In fact, as the Dean of our own Law School says, “Following originalism would mean that Brown v. Board of Education was wrongly decided in declaring laws requiring segregation of schools unconstitutional.” There is no constitutional provision restricting or prohibiting segregation: the justices instead found that segregation infringed on the Constitution’s ideological foundation. It’s important to note that modern originalists agree with Brown v. Board even though it was not an “originalist” ruling. Therefore, clearly even “originalists” admit that originalism does not always lead to correct rulings. The Dean continues by noting the original understanding of the conversation would have prohibited us from “elect[ing] a woman as president or vice president until the Constitution is amended.”

It isn’t originalism that has pushed, reformed, and made our society better. Our society and laws adapt and change. The Constitution is a “living, breathing” document because the society we live in is a kinetic society which grows, advances and betters over time in the hopes of achieving a more perfect union. 

An Example: Citizens United

We can take an example like Citizens United, a court case which was decided 5-4 in 2010. Basically, The Federal Election Campaign Act prohibited corporations from using certain funds to advocate either in favor or against a political candidate. However, in 2008, a non-profit released a critical documentary of then-presidential candidate Hilary Clinton, breaking FEC act. The case went to the Supreme Court, and the Court ruled that the Federal Election Campaign Act violates certain First Amendment rights. One of the criticisms of the decision is that it treats giant corporations with funds as individuals and gives them the same free speech rights. 

A conservatively skewed court, which disproportionately represented originalists, decided the case 5-4. However, the question becomes whether the Citizens United is really an originalist decision. 

Originalists identify closely with the principles of Stare Decisis: “to stand by things decided.” However, as Geoffrey R. Stone, First Amendment scholar and law professor argues, Citizens United breaks with two previously decided cases: Austin v. Michigan State of Commerce and McConnell v. FEC. Both of these cases found that the government can in fact limit corporation spending and speech. Citizens United deliberately broke with both these past precedents in a way that also breaks with the philosophy of originalism.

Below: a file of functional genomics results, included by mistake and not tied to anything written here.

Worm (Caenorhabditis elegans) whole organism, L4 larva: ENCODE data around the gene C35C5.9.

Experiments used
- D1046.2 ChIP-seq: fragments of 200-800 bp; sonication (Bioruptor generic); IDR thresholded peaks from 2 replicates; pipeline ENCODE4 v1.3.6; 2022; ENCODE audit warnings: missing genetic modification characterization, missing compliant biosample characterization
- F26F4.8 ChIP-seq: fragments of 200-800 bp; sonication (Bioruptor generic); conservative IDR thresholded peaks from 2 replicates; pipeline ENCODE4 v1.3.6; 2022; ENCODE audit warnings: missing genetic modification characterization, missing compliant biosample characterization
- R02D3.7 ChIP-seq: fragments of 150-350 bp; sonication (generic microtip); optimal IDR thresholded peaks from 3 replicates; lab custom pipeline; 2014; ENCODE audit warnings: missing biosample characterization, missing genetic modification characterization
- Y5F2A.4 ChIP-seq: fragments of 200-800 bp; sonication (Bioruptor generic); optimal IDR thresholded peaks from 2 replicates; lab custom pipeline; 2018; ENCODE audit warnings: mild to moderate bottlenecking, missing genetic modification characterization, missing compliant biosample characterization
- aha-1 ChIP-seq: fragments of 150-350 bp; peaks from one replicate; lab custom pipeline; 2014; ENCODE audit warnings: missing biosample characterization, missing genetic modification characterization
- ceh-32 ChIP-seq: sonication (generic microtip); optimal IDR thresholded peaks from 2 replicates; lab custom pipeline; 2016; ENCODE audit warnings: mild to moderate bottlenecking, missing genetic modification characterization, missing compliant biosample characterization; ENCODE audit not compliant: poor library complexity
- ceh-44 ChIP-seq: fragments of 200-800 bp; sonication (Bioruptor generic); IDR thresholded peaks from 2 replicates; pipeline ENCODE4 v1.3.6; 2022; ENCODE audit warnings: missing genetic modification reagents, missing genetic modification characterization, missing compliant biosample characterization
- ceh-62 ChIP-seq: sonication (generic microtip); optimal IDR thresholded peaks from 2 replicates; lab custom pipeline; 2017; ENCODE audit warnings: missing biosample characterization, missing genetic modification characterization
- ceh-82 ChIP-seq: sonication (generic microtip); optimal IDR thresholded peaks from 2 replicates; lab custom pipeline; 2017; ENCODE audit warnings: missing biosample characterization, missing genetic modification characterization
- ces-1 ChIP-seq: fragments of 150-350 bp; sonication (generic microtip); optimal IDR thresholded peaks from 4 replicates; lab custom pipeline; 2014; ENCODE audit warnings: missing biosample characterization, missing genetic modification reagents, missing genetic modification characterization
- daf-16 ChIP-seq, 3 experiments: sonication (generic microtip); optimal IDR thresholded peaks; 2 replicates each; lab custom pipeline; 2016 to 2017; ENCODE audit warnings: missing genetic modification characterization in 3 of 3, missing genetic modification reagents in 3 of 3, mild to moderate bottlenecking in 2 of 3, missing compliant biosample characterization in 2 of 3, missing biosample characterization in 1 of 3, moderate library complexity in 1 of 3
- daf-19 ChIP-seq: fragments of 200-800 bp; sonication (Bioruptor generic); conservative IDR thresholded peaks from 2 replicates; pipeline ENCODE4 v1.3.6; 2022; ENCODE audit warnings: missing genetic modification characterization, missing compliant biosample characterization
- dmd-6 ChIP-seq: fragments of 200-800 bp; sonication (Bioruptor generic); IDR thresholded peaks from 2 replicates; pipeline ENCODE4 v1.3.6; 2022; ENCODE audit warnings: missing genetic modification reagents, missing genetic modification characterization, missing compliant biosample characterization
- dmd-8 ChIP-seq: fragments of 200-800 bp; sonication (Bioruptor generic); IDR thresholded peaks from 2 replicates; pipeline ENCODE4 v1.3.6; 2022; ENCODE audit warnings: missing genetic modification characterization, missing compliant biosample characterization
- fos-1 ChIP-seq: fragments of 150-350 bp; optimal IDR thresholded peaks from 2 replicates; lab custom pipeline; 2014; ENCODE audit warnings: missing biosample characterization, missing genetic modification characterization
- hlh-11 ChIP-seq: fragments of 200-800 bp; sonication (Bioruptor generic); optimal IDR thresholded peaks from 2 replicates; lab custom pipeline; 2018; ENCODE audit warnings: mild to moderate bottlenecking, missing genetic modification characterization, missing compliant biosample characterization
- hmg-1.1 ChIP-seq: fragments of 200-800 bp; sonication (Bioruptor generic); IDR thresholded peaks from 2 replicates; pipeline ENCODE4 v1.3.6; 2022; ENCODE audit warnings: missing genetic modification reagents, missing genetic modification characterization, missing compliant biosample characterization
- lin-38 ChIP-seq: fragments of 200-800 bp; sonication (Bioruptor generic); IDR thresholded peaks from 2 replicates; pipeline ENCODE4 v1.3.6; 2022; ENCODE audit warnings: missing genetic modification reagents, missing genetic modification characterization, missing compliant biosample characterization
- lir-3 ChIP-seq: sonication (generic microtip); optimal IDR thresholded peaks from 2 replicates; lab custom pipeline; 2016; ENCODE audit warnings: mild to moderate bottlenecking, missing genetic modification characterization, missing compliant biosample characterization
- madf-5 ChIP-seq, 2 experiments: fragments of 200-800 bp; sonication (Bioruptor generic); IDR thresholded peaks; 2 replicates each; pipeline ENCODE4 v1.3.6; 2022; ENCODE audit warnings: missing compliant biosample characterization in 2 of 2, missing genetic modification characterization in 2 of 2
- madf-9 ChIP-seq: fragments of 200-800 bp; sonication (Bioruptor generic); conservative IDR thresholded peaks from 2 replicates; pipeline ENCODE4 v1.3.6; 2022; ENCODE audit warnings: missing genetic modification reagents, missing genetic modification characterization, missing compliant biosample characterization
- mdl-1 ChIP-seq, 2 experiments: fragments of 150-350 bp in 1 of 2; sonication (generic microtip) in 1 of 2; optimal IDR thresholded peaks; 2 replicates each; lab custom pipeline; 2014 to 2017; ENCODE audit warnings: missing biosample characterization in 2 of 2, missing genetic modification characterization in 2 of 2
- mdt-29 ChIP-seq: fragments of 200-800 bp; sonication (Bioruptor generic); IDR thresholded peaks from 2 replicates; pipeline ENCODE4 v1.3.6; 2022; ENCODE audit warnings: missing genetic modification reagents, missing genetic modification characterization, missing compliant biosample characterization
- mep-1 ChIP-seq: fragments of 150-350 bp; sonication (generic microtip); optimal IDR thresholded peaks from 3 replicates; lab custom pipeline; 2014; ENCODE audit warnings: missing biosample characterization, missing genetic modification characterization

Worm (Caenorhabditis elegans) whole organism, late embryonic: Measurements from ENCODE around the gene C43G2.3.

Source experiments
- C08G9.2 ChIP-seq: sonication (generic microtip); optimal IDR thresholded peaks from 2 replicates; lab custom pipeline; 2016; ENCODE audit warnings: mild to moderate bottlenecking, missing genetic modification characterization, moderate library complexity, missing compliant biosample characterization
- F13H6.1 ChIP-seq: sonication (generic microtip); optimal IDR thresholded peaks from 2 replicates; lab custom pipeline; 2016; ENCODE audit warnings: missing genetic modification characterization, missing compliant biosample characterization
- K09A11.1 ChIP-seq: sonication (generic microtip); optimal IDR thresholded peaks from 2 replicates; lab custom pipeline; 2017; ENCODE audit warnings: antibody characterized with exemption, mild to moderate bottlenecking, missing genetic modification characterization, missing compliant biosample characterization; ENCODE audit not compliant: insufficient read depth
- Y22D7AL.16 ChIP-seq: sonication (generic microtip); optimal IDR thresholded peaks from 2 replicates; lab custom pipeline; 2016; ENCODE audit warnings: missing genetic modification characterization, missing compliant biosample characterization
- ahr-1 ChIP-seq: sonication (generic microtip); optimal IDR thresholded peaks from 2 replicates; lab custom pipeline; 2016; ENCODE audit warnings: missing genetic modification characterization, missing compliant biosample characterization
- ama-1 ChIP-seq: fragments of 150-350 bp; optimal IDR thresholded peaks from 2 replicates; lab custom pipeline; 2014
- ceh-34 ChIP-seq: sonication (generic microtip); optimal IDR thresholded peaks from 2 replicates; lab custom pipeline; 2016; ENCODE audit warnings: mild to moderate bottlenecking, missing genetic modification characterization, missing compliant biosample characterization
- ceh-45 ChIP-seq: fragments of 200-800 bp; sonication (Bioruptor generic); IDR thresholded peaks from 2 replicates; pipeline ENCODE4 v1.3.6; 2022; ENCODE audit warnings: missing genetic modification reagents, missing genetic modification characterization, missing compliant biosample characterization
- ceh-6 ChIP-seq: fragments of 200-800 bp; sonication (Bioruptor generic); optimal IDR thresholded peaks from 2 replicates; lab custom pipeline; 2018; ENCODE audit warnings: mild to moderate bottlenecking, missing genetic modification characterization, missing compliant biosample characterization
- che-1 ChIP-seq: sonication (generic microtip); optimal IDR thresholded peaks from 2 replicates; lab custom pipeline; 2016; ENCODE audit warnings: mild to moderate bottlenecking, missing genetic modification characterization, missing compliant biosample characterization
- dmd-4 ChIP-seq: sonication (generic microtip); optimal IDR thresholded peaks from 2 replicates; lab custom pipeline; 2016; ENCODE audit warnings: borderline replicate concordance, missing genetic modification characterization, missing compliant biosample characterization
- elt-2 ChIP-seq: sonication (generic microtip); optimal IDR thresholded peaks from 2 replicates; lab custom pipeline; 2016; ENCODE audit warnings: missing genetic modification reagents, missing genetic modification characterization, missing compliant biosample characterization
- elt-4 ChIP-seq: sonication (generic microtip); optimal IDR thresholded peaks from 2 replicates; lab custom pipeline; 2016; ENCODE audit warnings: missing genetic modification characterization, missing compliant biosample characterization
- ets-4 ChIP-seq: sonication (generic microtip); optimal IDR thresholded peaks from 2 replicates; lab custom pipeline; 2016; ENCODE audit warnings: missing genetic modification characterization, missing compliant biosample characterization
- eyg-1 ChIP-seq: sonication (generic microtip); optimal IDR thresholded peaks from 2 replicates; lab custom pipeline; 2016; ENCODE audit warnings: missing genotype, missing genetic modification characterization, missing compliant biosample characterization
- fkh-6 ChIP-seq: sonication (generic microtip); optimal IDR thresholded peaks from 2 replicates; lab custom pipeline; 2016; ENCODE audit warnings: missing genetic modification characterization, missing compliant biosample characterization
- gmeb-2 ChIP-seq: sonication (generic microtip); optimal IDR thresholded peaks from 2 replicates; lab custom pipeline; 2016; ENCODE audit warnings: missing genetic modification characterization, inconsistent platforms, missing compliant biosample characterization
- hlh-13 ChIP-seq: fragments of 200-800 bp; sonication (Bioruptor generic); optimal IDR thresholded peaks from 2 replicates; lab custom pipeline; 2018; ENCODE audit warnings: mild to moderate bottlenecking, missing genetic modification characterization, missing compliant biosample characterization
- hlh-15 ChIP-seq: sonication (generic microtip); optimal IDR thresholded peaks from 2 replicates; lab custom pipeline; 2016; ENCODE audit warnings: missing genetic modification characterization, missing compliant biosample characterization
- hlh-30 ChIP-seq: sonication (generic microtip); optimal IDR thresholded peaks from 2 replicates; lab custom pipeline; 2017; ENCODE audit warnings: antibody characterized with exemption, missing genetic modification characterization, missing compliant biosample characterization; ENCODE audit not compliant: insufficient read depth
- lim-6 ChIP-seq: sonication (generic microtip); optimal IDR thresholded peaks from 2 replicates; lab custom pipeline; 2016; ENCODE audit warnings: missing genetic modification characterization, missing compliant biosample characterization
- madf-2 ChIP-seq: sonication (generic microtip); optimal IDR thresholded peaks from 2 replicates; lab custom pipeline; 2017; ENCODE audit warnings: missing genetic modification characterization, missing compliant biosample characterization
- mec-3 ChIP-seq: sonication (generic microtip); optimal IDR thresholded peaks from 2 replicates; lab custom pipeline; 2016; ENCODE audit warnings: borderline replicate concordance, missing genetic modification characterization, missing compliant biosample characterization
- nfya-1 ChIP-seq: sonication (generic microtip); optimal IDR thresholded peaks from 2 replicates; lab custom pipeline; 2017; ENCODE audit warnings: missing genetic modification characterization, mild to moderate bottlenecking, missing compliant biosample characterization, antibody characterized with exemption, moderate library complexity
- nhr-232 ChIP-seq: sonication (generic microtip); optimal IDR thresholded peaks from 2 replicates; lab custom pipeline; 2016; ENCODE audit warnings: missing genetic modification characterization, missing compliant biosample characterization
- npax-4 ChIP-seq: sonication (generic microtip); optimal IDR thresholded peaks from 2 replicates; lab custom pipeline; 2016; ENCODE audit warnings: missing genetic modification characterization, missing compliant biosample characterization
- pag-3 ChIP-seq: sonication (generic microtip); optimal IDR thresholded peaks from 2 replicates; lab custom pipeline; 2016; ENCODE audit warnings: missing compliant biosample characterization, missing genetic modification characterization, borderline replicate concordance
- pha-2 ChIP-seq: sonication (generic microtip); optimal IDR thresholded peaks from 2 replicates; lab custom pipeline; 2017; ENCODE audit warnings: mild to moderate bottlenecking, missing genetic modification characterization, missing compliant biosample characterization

But furthermore, it begs the question as to how something like Citizens United can even be decided by originalism. As Senator Sheldon Whitehouse (D- RI) says, “The Citizens United majority reached a result that would have astounded the Founding Fathers: unlimited corporate spending in American elections, putting corporations de facto on a plane of equality with human persons for purposes of political speech. At the time of the Founding, corporations were few, rare, and regarded with grave suspicion. The word ‘corporation’ does not appear in the Constitution.”

The issues with this decision are that one, it deliberately broke with the principles of stare decisis, and two, certain bases like “corporation” aren’t covered by the Constitution. As such, originalism can be used as a veil for taking wide liberties in court decisions. 

But there is a scarier point here. The current Supreme Court is far more skewed than it was in 2010. 

The Current Supreme Court

We have a drastic conservative skew on the court: many judges are proponents of originalism, including newly-appointed Justice Barrett. With her latest appointment, we have seen the Supreme Court become increasingly polarized and morph into a political institution. With this kind of skew and an emphasis on the originalist philosophy, I worry that the court will become a beacon of conservative judicial activism.